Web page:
A looming rise in UK unemployment is only likely to be temporary, according to Goldman Sachs (GS).
The investment bank played down fears of 1980s-style systemic unemployment in a note sent to clients last week, saying it expects only a “short-lived” spike in the UK’s unemployment rate.
“From an economy-wide perspective... we expect the spike in aggregate unemployment to be short-lived, with the majority of furloughed workers getting reabsorbed into gainful employment given our expectations for a strong post-lockdown rebound,” economists Adrian Paul and Kavya Saxena wrote.
Goldman Sachs expects the unemployment rate to rise from 4% to 9.5% later this year after the government’s job retention scheme comes to an end in October.
But the investment bank thinks the UK economy will be on the upturn by then and predicts unemployment will “fall back fast as the recovery takes root.”
The prediction stands in contrast to other commentators who have warned that a generation of people could be left devastated by the UK’s looming jobs.
Three former chancellors and the Bank of England’s chief economist have all raised concerns that the UK could face 1980s-levels of “systematic” unemployment as a result of the COVID-19 pandemic. Systematic unemployment is where people who lose their jobs struggle to find new roles and end up falling out of the labour force for good.
Goldman Sachs thinks most Brits made unemployed will find new employment but warns there will be huge amounts of “reallocation” — people moving from one industry to another.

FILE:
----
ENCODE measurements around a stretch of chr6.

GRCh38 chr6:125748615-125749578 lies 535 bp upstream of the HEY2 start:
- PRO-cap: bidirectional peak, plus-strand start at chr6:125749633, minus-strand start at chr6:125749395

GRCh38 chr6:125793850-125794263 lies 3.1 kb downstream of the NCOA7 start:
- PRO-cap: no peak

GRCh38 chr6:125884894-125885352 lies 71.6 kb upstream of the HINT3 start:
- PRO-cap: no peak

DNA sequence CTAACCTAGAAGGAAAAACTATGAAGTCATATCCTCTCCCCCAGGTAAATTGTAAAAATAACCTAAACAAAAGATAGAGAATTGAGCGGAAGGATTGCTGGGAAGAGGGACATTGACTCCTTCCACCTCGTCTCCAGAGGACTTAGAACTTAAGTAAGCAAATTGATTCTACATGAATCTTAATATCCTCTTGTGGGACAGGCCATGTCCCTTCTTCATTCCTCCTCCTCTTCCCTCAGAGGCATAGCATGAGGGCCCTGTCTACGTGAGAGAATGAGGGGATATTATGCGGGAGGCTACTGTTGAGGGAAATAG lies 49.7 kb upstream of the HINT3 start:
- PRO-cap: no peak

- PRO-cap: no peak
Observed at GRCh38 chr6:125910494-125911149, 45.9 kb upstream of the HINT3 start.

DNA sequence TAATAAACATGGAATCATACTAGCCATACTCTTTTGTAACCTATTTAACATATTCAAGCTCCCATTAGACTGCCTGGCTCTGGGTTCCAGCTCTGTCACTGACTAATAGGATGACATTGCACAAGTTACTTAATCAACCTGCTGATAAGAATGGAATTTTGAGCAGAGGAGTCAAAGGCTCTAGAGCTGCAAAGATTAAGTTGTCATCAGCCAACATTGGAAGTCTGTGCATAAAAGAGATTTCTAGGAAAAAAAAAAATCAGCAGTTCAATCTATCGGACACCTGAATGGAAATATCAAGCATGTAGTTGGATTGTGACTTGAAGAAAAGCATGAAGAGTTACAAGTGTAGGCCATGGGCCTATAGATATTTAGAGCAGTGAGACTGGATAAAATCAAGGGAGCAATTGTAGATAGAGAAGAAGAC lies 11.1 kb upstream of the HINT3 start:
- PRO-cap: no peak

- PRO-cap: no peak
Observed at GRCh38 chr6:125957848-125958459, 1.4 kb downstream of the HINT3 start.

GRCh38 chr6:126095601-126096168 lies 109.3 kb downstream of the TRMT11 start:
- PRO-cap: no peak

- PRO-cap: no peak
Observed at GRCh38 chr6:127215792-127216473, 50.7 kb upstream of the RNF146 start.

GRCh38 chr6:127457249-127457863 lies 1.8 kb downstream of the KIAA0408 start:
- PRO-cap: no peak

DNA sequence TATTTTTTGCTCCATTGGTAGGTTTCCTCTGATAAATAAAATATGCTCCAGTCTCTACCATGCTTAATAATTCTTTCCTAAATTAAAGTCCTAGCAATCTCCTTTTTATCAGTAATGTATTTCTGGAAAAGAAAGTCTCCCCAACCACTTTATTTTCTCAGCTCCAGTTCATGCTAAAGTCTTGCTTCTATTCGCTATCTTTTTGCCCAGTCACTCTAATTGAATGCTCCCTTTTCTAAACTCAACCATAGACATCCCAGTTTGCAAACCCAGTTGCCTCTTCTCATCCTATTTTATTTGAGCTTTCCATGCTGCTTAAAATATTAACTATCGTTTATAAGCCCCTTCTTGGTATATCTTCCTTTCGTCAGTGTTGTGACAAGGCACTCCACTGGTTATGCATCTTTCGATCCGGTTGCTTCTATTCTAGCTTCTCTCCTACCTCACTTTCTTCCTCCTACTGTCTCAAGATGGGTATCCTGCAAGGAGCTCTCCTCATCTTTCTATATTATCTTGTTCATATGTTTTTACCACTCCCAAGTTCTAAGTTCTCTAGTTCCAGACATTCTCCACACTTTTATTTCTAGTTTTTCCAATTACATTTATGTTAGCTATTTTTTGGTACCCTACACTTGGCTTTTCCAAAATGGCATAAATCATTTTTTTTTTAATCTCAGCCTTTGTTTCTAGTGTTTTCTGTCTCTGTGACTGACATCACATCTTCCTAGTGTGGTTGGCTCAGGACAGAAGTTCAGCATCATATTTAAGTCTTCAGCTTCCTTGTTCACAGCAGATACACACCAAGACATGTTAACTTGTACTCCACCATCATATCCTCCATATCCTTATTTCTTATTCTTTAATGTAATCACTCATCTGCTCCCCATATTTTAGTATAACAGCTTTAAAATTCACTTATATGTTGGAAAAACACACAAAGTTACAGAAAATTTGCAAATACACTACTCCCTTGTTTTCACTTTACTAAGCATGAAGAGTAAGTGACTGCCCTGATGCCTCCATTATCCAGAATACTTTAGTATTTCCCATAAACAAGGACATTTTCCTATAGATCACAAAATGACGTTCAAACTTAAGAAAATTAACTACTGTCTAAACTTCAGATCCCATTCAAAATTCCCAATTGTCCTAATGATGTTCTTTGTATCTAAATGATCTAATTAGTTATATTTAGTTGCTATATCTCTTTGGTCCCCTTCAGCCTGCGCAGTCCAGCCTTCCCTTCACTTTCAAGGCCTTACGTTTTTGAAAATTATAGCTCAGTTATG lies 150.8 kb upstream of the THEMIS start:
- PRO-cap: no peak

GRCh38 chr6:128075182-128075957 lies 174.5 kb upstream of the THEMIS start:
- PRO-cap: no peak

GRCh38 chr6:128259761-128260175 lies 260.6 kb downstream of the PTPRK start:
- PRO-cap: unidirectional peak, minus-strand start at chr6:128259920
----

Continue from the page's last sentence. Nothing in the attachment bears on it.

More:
The investment bank predicts that 10% of jobs in hospitality, leisure, and retail will be lost for good, leaving millions hunting for work elsewhere. Big employers in these sectors including John Lewis, Boots, Burger King, and Pret have all announced thousands of redundancies in recent weeks.
Goldman Sachs thinks most people will find new jobs within 18 months but said: “The scale of that reallocation is likely to be more demanding than that which followed the 2008/09 crisis.”
Earlier this month chancellor Rishi Sunak announced a £30bn ($38bn) “Plan for Jobs” aimed at protecting and creating jobs. The programme includes subsidies work placements and a £1,000 “bonus” for companies that bring staff back from furlough.
“Although hardship lies ahead, no one will be left without hope,” Sunak said at the time. “I will never accept unemployment as an unavoidable outcome.”
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